MEMPHIS, TN (WMC) - A project from the 1940's is now protecting a neighborhood from flood waters.
These murals do more than just brighten up North Memphis. They're painted on a flood wall that runs parallel to Chelsea Avenue and the Wolf River.
When the water gets too high the city installs floodgates, heavy wooden panels tied with steel, and sandbags all the way across sections of Chelsea Avenue.
It's an old technology that still protects Memphis from rising water in the modern day.
Built in the 1940's by the U.S. Army Corp of Engineers, the wall is part of a levee system that protects Memphis from rising flood water.
The Chelsea flood wall protects thousands of people in North Memphis from the Wolf River, which is higher than usual just like the Mississippi River.
Workers at North Memphis businesses that flooded in 2011 are keeping a close eye on Wolf River.
"Before you could see a bank on the lake and now you can't see it," Midtown Auto Parts employee Jennifer Taylor said. "And the parks are flooded too. The other day I took a picture, barricaded three feet high. Now it's up and over them."
The salvage yard was underwater in 2011 when the Mississippi River reached 48 feet. The crest this time should be about 40 feet.
"I didn't know that," says James Tate. "I never paid attention to it."
Like most North Memphis residents, Tate just thought the wall was a spot where graffiti artists did their thing.
A Paint Memphis event transformed a long stretch, nearly half a mile, of the ugly concrete wall into a brightly colored mural. But it's a mural with a purpose.
"There are times when we have a lot of flooding going on," Shelby County Historian Jimmy Ogle said. "This flood wall was built in the 1940's by the Army Corp of Engineers. It's here based on experience from the 19th and 20th centuries, and now it's here in the 21st Century."
The wall protects hundreds of homes and businesses in North Memphis when the Mississippi and Wolf Rivers go over their banks.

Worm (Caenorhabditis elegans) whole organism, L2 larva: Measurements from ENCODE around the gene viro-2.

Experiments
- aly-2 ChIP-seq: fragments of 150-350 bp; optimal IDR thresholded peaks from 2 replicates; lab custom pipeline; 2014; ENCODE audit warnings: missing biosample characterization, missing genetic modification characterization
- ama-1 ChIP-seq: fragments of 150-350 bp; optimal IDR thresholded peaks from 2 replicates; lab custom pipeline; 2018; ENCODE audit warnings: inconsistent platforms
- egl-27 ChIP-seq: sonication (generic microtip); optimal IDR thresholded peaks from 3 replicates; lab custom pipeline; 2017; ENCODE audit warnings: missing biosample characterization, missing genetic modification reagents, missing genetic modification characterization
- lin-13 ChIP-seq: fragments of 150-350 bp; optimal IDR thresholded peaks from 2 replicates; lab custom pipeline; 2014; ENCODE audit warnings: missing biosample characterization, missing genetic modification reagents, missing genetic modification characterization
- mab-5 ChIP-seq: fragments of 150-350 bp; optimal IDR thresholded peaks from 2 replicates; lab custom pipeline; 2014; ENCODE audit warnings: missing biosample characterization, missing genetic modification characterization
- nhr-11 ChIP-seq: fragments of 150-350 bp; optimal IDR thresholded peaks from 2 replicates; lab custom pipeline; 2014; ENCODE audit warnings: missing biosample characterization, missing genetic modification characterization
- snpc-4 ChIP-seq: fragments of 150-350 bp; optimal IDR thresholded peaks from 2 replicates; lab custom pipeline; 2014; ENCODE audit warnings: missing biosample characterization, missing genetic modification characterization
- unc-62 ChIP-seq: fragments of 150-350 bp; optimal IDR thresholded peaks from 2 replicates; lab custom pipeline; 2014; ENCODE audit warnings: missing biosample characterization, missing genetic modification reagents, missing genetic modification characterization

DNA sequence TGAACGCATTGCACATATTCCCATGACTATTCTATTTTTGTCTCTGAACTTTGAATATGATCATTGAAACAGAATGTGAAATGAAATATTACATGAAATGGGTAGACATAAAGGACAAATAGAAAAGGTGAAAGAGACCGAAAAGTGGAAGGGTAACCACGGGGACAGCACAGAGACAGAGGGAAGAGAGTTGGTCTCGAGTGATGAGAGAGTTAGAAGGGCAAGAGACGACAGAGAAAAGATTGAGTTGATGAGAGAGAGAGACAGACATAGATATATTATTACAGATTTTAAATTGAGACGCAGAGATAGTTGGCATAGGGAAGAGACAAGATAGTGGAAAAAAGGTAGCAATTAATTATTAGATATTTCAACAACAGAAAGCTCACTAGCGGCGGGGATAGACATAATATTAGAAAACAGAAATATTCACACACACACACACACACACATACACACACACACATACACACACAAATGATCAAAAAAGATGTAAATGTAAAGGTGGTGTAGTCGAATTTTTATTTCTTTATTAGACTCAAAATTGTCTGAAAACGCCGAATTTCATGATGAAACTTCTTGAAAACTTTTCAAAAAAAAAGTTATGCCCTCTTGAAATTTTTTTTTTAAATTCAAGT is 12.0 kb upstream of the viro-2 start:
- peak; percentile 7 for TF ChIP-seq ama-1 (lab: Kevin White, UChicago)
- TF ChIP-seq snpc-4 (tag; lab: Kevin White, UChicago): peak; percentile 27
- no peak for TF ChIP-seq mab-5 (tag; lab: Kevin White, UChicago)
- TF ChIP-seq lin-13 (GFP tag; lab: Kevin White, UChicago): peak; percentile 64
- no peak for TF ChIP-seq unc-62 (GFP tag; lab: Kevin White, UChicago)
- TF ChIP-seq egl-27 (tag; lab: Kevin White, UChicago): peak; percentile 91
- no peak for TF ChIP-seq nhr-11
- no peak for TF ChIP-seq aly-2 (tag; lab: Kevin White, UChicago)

"This wall is about seven feet high," Ogle said. "It takes a lot of water to get over it."
The flood wall and its gates were used during the historic 48-foot Mississippi River flood of 2011.
Areas behind the wall, to the south, stayed dry. The business where Mike Nichols works, a salvage yard that backs up to the Wolf River, did not.
"At 48 feet, that crane you see there, was underwater," Nichols said while motioning to the yard. "And back here [the salvage yard], it all flooded. It totally flooded back here."
Now, it's happening again. As the Mississippi River rises, it pushes the Wolf River back and higher into low lying parts of Memphis.
"The other day I took a picture and the barricades were three feet high," Taylor said. "Now, the water is already up and over the barricades."
The National Weather Service at Memphis predicts the Mississippi River will raise up at least another foot before cresting Friday at 39.5 feet.
"When you build in a floodplain, you flood," Ogle said.
Ogle said 39.5 feet isn't enough to top the Chelsea flood wall, but it's more than enough to flood places now bracing for the worst.
"It'll still come up and hit our scale house and our scales," Nichols said. "We have to do what we have to do to protect our property."
There are similar floodwall systems along the Nonconnah and in downtown Memphis near the Bass Pro Pyramid.
At last check, no floodgates had been installed and no sandbags were needed.
If the Mississippi does hit 39.5 feet, this would become a Top 10 historic flood for Memphis.